Who are the greatest classical liberal thinkers of all time?
These questions are answered in my new book, School of Thought – 101 Great Liberal Thinkers.
In it, you will find famous names such as Pericles of Athens, John Milton, David Hume, Adam Smith, Thomas Jefferson, John Stuart Mill, F. A. Hayek and Ayn Rand, all of whom advanced the ideas of personal and economic liberty – as well as less familiar ones such as Asoka the Great, John Lilburne, Josephine Butler and Harriet Martineau, who all played their part.
Liberal thinking is not something confined to Britain or America, as some critics suggest. As we make our way through the great liberal thinkers, we find them in ancient China, India, Greece and Rome; in France, Germany, Italy, Finland and other countries of Enlightenment Europe; in nineteenth-century Australia and Austria.
For each person featured, I list their main contributions to liberal thought – the role of government and the limits to state power, the opposition to arbitrary taxes, individual rights, the due process of law, competition and the division of labour, the spontaneous order of a free society, free trade, free speech, property, liberal feminism, prison reform, constitutions and much more.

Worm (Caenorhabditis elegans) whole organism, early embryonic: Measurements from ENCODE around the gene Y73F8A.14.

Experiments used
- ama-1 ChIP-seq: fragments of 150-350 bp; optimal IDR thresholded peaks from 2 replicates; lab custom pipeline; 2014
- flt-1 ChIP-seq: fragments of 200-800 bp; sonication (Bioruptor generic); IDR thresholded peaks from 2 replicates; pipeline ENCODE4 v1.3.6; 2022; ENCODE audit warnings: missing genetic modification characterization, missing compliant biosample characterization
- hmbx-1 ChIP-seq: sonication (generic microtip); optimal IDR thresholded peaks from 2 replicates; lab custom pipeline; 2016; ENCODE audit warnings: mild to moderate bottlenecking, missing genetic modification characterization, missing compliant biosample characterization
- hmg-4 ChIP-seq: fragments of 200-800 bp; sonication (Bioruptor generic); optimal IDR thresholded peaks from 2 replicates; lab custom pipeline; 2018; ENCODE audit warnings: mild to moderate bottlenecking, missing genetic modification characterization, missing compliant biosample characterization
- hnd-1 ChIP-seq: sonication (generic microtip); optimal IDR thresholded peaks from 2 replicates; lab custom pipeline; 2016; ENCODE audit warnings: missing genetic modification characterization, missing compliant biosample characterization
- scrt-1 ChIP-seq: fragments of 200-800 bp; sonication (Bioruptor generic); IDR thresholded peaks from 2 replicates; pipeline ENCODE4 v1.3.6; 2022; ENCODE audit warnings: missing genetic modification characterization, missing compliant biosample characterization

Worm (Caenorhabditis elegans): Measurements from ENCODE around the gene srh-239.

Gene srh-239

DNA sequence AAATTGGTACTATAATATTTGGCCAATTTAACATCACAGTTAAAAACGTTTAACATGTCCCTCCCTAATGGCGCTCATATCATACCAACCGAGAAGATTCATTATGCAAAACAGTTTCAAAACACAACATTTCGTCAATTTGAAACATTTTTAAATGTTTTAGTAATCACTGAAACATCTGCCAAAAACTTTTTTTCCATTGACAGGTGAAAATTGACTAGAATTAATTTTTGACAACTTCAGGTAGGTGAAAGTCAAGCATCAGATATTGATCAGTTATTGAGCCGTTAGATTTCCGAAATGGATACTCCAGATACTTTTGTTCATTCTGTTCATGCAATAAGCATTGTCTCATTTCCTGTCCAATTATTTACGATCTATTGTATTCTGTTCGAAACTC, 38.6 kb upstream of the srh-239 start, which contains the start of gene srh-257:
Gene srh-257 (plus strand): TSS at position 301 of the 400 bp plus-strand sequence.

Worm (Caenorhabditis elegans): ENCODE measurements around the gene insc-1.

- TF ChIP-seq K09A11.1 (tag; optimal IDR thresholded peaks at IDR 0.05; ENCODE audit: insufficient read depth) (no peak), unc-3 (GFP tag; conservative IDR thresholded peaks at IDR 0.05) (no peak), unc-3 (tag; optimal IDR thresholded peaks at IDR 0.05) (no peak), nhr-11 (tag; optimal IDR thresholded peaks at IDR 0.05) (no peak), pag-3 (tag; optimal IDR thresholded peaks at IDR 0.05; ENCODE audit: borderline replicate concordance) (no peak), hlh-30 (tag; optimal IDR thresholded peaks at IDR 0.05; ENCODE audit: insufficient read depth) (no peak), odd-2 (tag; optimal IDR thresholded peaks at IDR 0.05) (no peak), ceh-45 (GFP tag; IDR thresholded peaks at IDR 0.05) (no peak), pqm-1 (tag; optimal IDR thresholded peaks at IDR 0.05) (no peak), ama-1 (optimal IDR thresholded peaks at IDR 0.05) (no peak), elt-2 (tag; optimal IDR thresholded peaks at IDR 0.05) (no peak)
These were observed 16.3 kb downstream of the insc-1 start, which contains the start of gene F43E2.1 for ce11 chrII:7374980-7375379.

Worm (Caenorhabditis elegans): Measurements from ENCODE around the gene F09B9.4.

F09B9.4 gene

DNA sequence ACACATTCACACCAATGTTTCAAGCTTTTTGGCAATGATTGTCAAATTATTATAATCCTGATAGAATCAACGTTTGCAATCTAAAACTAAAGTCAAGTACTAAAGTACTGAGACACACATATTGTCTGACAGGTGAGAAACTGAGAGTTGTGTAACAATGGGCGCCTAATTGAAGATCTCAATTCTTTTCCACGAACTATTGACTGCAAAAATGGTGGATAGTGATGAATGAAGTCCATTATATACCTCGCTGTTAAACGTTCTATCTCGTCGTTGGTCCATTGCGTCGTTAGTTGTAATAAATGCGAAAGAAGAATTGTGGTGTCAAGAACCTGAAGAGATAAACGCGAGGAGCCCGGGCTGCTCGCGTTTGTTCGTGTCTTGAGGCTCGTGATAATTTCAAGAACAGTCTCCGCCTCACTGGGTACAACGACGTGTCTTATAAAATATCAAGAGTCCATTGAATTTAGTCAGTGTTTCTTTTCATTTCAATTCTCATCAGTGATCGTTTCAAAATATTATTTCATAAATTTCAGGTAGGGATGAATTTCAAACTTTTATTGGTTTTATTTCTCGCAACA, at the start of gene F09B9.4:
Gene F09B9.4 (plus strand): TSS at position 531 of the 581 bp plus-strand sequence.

And I list their key outputs – Jefferson’s drafting of America’s Declaration of Independence, for example, or John Locke’s Letter Concerning Toleration, or Alexis de Tocqueville’s Democracy in America. Then I explain very briefly – this is the ultimate liberal crib book – their background, the issues they faced, their main ideas and the impact of those ideas both at the time and on our lives and thought even today.
Take the Chinese scholar Zhuang Zhou, who lived 24 centuries ago. He argued that human knowledge is limited and that human values are individual and personal. So no authority can wisely or humanely interfere in people’s lives and business. The world, he said, “does not need governing; in fact it should not be governed”.
Or the Anglo-Dutch author Bernard Mandeville, who in a scandalous but witty satire on eighteenth-century life, argued that society rested on self-interest rather than benevolence – and that rather than try to curb such “vices” we should in turn channel them to become “publick benefits”.
Then there is William Godwin, who started life as a church minister but ended up an anarchist. A friend of the Romantic poets Coleridge, Byron and Shelley, his scandalous activities and ideas made him famous – or notorious. He called for the complete overthrow of law, property and politics, insisting that government promotes only ignorance and dependence. Or his wife Mary Wollstonecraft, who argued that the education system was holding back women by schooling them to be good companions for men, rather than free and independent individuals.
And there is the twentieth-century American libertarian Isabel Paterson, a New York Herald Tribune columnist, who showed that the fastest-growing countries were those whose economic and legal principles allowed individual creativity to flourish. She also argued that monopolies grew out of privileges conferred on firms and individuals by government.